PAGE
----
Our visit to Salt Cay began aboard a six-seat plane flying that gave us a bird's eye view of this little, triangular island. The airport is a simple landing strip and a small, bright yellow building.
Our luggage was piled onto golf carts and we enjoyed a bumpy, five-minute drive to our rental home on the North Beach. In fact, we were in the only rental home on the North Beach. The place overlooked the beautiful Turks & Caicos water. We had the entire beach to ourselves.
About 200 yards away sits the Windmills Plantation, which was a little luxury resort that was destroyed and abandoned after Hurricane Ike in 2008. Exploring the ruins of the resort is a must for photo buffs.
The 10-minute golf cart ride to downtown Balfour Town will take you past small homes on your right and the Salinas on the left. You'll find colorful little bungalows and you'll also see the devastating aftermath this island suffered during past hurricanes.
You'll also ride past the donkeys, cows, and chickens that freely roam the island. Seeing the donkeys here, there and everywhere was a big highlight. Many of the donkeys were friendly and enjoyed a little scratch on the neck.
The other reason to visit is the beaches. Everyone is spectacular in its own way. Some are made of lush white sand while other sections are rocky with picture perfect pools filled with warm tropical water. Huge conch shells are a common site. You might see a humpback whale breach. If you're on the north end, you'll see cruise ships headed to Grand Turk. The island is small enough, you could walk it in a day.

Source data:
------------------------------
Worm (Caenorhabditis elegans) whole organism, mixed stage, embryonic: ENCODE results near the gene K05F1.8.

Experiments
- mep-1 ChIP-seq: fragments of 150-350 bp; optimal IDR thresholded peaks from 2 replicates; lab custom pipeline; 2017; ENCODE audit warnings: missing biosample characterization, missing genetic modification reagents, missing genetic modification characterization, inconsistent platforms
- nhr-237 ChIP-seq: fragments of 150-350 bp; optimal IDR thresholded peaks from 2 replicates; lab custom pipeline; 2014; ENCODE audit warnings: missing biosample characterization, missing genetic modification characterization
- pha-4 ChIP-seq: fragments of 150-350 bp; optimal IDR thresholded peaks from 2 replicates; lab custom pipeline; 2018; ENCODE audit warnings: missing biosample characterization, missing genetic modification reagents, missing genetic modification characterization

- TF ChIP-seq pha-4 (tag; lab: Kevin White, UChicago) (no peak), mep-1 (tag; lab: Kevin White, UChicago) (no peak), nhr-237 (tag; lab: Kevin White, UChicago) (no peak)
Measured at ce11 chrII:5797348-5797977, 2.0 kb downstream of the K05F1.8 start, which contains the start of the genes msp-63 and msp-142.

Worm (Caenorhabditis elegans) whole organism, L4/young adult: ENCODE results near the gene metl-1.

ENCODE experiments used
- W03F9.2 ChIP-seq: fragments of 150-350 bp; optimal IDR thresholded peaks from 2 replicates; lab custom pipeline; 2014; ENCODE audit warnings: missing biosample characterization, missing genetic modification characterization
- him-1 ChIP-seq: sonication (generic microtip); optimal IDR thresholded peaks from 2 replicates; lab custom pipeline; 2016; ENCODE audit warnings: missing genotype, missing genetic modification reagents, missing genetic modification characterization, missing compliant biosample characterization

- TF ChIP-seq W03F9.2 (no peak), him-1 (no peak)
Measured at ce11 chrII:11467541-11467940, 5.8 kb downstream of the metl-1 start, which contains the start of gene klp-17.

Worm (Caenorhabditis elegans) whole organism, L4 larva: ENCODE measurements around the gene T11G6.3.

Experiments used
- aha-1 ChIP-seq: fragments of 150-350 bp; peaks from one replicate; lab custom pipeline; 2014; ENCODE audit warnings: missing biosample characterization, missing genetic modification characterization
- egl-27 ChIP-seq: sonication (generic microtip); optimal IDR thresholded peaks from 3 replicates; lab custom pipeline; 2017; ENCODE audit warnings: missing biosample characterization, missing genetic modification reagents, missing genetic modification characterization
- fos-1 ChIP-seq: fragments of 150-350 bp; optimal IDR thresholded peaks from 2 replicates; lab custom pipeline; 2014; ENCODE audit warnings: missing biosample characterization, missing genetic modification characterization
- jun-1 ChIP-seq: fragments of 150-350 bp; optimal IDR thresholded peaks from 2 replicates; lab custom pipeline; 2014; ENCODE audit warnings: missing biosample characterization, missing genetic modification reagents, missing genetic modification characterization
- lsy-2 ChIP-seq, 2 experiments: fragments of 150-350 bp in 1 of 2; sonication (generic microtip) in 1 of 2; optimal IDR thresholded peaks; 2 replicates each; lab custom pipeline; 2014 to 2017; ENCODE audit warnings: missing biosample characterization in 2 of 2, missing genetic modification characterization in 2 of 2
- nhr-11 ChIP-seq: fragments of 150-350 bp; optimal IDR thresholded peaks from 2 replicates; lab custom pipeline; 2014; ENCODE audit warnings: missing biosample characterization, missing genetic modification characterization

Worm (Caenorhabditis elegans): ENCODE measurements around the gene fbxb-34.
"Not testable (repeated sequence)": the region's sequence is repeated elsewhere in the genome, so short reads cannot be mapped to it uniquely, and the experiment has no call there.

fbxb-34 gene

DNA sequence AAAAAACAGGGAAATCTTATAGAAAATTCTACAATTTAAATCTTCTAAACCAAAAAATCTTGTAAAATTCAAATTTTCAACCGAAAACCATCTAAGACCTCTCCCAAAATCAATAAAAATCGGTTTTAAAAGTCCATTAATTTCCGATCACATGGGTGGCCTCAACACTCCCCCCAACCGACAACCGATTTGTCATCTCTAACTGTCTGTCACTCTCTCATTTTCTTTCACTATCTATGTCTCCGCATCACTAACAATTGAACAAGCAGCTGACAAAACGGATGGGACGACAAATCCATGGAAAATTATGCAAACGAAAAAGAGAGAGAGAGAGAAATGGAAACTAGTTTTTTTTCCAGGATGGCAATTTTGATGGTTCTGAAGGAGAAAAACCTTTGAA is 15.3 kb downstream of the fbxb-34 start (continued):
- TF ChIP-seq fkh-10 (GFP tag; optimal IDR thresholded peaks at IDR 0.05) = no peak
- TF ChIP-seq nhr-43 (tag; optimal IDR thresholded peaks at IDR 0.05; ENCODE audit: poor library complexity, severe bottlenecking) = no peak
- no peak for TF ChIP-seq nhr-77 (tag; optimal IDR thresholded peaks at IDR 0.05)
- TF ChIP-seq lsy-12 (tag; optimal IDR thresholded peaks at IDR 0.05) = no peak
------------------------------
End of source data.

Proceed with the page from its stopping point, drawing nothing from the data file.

We spent a lot of time swimming and snorkeling off the coast. There are reefs along the North Beach, but we saw many more fish snorkeling near the Northwest Point. We also hiked along much of the coast. Be sure to the Northwest Point or the North Point for some amazing views.
Other things to do include some time on the water with Salt Cay Divers. Along with scuba trips, which we didn't do, you can go on a whale watching adventure or a snorkel trip. We saw whales and our snorkel trip was great fun as well.
If you're a foodie, Salt Cay is probably not going to suit you, but if you just want a good meal, Pat's Place and the Coral Reef Bar and Grill have you covered. The Coral Reef offers waterfront dining and amazing sunset views.
The island has three small markets where you can pick up basics food and supplies. These shops are a step back in time. Your order is added up on a calculator and you pay in cash. Good news is, things don't cost nearly as expensive as you think they would on such a remote island.
With about three or four working streetlights, the island is dark at night, which means you'll see tons of stars in the nighttime sky. You'll feel like you're in a planetarium.
Salt Cay is far from a typical Carribean vacation destination. There are no fancy resorts, no spas or five-star restaurants. This island is for the more adventurous and those who don't mind cooking and doing the dishes while traveling. You'll certainly meet some locals and leave with stories to share. You'll be heartbroken by seeing so many homes and buildings trashed by storms and you'll be inspired by the locals who keep on smiling and working rebuild this gem.
We spent eight days here with our two teenage sons. They had a blast exploring the island, swimming, snorkeling and looking for donkeys. A great family trip.
Some helpful hints. We packed in a lot of food, including a few steaks, lunchmeats and snacks for the boys. As far as clothes go, you don't need much, especially fancy clothes. Most time is spent outdoors on the beach or in the water. Bring flip flops and something more sturdy for longer hikes along the island. Parts of the coast are rocky and the interior part of the island has a fair amount of thorny bushes. Sunscreen is a must. Other than some pesky flies when eating outside, bugs were never an issue. Pack a small first aid kit just in case.
Bring cash for island purchases, including small bills for the local markets.
We flew to Salt Cay from Providenciales. We took the ferry to Grand Turk, then flew to Providenciales to get home. The ferry runs to Grand Turk three days a week, weather permitting.
Check out the Facebook Group Spotlight on Salt Cay for recent island updates and photos.
If you decide to go, have a blast.
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